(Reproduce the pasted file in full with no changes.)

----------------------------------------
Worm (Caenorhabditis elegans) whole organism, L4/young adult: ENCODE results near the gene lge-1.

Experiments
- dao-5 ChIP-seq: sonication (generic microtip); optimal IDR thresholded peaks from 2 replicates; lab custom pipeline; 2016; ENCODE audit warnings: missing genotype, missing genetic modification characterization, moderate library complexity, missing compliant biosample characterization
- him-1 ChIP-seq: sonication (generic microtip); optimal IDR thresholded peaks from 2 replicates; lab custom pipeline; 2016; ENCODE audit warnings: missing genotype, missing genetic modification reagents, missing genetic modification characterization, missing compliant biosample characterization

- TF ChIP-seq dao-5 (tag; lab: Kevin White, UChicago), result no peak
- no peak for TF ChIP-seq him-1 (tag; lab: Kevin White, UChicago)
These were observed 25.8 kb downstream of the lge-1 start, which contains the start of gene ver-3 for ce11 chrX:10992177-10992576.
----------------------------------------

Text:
Worm (Caenorhabditis elegans) whole organism, L4/young adult: ENCODE results near the gene lge-1.

Experiments
- dao-5 ChIP-seq: sonication (generic microtip); optimal IDR thresholded peaks from 2 replicates; lab custom pipeline; 2016; ENCODE audit warnings: missing genotype, missing genetic modification characterization, moderate library complexity, missing compliant biosample characterization
- him-1 ChIP-seq: sonication (generic microtip); optimal IDR thresholded peaks from 2 replicates; lab custom pipeline; 2016; ENCODE audit warnings: missing genotype, missing genetic modification reagents, missing genetic modification characterization, missing compliant biosample characterization

- TF ChIP-seq dao-5 (tag; lab: Kevin White, UChicago), result no peak
- no peak for TF ChIP-seq him-1 (tag; lab: Kevin White, UChicago)
These were observed 25.8 kb downstream of the lge-1 start, which contains the start of gene ver-3 for ce11 chrX:10992177-10992576.